NASA cancels Tuesday Moon launch due to storm

NASA has canceled the scheduled launch on Tuesday of its historic unmanned mission to the moon due to a tropical storm.

NASA has canceled the scheduled launch on Tuesday of its historic unmanned mission to the moon due to a tropical storm expected to increase as it approaches Florida.

After two previously canceled launch attempts, NASA is considering returning the Artemis 1 mission rocket to its staging area under threat of extreme weather.

“NASA is waiving a launch opportunity… and is preparing to roll back (from the launch pad) while continuing to review the weather forecast related to Tropical Storm Ian,” it said on Saturday.

The US National Hurricane Center (NHC) said Ian will “step up quickly” over the weekend as it heads toward Florida, home of the Kennedy Space Center, from which the rocket will be launched.

Currently south of Jamaica, the storm is expected to approach Florida’s west coast early next week “with or near major hurricane strength,” threatening storm surge, flooding and hurricane strength across much of the state, the NHC said.

On the launch pad, the giant orange-and-white Space Launch System (SLS) rocket can withstand wind gusts of up to 137 kilometers (85 miles) per hour. But if it needs to be sheltered, the current launch window, which runs until October 4, will be missed.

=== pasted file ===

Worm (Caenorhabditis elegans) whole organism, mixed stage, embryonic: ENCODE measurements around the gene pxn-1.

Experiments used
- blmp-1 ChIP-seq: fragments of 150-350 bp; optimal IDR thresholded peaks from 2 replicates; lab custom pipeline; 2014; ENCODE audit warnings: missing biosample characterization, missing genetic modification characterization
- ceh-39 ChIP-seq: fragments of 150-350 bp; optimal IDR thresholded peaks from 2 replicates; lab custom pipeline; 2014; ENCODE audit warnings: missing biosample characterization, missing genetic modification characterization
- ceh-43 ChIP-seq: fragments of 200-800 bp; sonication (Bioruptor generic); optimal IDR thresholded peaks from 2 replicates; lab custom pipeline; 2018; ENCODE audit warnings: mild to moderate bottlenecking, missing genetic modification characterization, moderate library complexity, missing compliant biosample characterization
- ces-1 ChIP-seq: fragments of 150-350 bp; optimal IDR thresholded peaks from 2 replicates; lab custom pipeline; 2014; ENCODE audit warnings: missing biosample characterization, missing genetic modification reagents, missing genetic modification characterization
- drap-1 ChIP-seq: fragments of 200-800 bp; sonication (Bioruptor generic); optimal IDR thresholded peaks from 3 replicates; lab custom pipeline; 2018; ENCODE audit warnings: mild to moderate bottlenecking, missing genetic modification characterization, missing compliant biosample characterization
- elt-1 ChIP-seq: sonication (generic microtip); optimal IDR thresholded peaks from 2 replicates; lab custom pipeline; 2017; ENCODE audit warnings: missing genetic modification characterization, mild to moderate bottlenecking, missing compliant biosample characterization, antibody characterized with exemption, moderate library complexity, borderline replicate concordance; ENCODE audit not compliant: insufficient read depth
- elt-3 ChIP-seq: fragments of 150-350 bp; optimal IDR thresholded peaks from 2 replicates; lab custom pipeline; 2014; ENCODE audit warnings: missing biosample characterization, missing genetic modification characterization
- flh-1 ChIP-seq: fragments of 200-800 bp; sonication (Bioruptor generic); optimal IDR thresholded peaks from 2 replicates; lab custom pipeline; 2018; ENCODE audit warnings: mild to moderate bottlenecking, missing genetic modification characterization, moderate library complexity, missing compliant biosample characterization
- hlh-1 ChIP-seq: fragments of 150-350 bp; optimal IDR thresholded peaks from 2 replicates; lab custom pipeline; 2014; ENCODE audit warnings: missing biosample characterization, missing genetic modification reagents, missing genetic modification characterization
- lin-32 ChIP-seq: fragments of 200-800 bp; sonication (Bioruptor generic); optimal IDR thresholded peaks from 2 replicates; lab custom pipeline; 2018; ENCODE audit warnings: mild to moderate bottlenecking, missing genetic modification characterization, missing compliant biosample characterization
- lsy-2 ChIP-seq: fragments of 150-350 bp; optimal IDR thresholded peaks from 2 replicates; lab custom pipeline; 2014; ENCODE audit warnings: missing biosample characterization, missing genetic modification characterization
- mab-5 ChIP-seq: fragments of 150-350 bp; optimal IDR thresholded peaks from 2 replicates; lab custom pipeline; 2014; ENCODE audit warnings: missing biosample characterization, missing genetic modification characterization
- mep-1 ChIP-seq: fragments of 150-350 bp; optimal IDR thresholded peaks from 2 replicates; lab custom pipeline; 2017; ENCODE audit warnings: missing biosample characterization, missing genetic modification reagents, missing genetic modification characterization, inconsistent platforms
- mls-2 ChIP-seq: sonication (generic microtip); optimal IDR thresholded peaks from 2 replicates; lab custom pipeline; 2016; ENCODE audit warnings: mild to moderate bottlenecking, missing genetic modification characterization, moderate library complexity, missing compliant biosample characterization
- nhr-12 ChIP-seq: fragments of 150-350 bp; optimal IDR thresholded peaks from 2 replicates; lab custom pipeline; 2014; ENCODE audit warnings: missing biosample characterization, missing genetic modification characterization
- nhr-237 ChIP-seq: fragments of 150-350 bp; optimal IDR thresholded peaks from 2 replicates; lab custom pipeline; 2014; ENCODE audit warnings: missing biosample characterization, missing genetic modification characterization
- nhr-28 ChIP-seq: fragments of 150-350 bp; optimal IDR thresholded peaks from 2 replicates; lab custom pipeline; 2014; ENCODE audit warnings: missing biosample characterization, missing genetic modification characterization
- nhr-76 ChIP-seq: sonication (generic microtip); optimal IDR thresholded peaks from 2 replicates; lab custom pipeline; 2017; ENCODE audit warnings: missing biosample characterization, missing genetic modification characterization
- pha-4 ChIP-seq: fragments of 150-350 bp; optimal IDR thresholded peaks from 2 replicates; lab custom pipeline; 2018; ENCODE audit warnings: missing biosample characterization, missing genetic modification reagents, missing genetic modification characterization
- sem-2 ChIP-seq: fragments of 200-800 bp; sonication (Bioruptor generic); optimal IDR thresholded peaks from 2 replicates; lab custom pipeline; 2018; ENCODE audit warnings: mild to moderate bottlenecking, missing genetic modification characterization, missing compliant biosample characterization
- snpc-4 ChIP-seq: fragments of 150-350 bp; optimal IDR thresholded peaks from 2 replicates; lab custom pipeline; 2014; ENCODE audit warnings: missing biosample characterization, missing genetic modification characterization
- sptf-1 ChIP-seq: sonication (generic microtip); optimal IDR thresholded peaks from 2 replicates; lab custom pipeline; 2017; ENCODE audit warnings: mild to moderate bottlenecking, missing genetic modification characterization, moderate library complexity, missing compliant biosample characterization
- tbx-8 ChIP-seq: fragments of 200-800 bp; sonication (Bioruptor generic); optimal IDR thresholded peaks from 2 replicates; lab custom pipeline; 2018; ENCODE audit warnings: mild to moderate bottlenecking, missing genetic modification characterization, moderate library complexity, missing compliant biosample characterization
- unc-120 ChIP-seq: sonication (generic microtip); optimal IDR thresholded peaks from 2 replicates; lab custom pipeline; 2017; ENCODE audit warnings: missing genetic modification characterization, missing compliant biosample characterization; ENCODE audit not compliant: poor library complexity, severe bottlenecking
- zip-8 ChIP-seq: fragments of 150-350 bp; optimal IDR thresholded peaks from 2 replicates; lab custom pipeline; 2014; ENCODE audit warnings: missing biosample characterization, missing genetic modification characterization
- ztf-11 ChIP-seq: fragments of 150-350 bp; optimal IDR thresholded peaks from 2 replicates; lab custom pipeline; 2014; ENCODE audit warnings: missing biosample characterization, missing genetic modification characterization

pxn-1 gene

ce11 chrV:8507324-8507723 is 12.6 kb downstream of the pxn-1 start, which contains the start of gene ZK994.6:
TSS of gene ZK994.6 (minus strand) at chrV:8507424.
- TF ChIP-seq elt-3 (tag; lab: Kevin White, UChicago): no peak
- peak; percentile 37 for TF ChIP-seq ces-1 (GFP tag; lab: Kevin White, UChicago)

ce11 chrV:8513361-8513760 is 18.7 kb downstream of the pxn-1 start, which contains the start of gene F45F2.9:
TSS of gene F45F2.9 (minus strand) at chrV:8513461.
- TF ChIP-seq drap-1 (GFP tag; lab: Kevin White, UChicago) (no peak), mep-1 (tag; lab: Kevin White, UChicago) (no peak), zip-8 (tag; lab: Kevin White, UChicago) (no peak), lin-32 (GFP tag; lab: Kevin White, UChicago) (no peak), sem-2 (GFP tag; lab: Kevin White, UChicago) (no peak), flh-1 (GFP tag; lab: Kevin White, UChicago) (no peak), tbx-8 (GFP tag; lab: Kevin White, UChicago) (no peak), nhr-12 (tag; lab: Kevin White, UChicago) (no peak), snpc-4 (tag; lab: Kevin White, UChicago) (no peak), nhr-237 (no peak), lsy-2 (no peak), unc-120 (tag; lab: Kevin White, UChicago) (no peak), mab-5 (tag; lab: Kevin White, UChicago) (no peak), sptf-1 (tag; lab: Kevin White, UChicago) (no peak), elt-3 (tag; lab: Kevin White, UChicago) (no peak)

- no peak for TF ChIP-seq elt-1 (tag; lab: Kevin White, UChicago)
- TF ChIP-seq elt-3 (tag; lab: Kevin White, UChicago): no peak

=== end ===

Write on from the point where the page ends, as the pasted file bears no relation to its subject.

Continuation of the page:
A decision on whether to roll the rocket back to the Vehicle Assembly Building will be made by the Artemis 1 team on Sunday, “to allow for additional data collection and analysis,” with the operation, if necessary, running late on Sunday or Monday from starts tomorrow, NASA said.

Jim Free, associate administrator of the Directorate for Exploration Systems Development, said on Twitter that a “step-by-step approach” to the decision to rollback “maintains a launch probability as conditions improve,” indicating a launch date before October 5 is still on the horizon. used to be. the table.

If not, the next launch window will run from October 17 to 31, with one takeoff opportunity per day, except October 24-26 and 28.

The Artemis 1 space mission hopes to test the SLS, as well as the unmanned Orion capsule on it, in preparation for future lunar journeys with people on board.

Artemis is named after the twin sister of the Greek god Apollo, after whom the first lunar missions were named.

Unlike the Apollo missions, which sent only white men to the moon between 1969 and 1972, Artemis missions will see the first person of color and the first woman set foot on the lunar surface.

A successful Artemis 1 mission would be a huge relief for the US space agency, after years of delays and cost overruns.

But another setback would be a blow to NASA, after two previous launch attempts were scrapped when the rocket experienced technical problems, including a fuel leak.

The cost of the Artemis program is estimated to be $93 billion by 2025, with the first four missions costing a staggering $4.1 billion each, according to a government audit.

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